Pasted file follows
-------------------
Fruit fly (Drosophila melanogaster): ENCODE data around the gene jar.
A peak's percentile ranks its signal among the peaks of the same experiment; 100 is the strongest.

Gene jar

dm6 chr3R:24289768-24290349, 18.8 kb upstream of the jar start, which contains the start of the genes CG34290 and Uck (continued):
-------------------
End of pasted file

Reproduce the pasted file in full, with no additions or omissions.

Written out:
Fruit fly (Drosophila melanogaster): ENCODE data around the gene jar.
A peak's percentile ranks its signal among the peaks of the same experiment; 100 is the strongest.

Gene jar

dm6 chr3R:24289768-24290349, 18.8 kb upstream of the jar start, which contains the start of the genes CG34290 and Uck (continued):